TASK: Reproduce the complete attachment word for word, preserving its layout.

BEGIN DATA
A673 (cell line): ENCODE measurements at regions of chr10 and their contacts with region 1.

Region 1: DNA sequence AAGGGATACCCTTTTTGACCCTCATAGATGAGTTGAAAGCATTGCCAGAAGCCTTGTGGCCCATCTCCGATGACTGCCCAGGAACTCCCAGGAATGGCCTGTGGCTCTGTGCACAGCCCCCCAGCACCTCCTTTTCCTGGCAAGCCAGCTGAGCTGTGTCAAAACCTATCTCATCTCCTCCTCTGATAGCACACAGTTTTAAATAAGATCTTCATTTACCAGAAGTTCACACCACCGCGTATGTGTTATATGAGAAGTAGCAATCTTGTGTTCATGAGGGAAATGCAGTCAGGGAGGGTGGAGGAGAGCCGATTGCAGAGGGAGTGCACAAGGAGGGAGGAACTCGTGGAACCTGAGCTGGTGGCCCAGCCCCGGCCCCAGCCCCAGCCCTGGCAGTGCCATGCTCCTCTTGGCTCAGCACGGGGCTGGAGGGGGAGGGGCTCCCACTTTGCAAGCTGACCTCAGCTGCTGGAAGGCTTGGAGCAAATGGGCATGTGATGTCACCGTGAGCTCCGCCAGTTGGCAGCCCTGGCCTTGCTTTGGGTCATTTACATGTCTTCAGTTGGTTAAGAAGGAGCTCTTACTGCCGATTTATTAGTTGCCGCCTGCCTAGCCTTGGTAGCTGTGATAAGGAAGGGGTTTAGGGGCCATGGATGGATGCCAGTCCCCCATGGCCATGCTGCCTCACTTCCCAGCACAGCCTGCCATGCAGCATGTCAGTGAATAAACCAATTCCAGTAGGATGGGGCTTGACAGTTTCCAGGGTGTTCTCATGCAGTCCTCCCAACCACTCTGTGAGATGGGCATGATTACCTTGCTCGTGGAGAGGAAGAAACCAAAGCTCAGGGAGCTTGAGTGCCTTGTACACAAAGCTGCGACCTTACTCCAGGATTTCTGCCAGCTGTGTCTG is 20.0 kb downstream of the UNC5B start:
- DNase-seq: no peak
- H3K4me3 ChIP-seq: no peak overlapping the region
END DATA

A673 (cell line): ENCODE measurements at regions of chr10 and their contacts with region 1.

Region 1: DNA sequence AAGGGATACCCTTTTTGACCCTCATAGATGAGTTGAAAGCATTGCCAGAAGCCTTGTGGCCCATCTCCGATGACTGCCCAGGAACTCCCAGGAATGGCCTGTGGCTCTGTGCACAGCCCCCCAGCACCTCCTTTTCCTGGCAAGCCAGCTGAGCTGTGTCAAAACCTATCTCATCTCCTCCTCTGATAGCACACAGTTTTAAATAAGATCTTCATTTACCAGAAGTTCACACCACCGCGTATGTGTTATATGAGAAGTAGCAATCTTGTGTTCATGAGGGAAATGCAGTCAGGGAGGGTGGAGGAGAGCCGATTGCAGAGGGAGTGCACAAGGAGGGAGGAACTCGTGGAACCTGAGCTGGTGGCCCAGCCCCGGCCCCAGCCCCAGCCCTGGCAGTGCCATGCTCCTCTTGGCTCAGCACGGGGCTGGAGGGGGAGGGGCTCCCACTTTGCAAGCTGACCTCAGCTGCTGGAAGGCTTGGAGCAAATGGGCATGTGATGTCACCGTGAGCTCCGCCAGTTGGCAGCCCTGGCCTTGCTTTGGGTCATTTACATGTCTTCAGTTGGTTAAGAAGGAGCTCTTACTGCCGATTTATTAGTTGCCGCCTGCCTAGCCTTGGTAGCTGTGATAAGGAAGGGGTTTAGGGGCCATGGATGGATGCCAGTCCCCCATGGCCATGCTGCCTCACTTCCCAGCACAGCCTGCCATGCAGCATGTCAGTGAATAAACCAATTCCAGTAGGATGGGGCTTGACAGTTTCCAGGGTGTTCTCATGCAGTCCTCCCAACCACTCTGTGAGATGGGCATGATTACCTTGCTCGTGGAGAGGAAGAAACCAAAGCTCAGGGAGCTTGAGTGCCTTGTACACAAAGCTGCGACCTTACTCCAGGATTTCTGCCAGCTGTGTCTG is 20.0 kb downstream of the UNC5B start:
- DNase-seq: no peak
- H3K4me3 ChIP-seq: no peak overlapping the region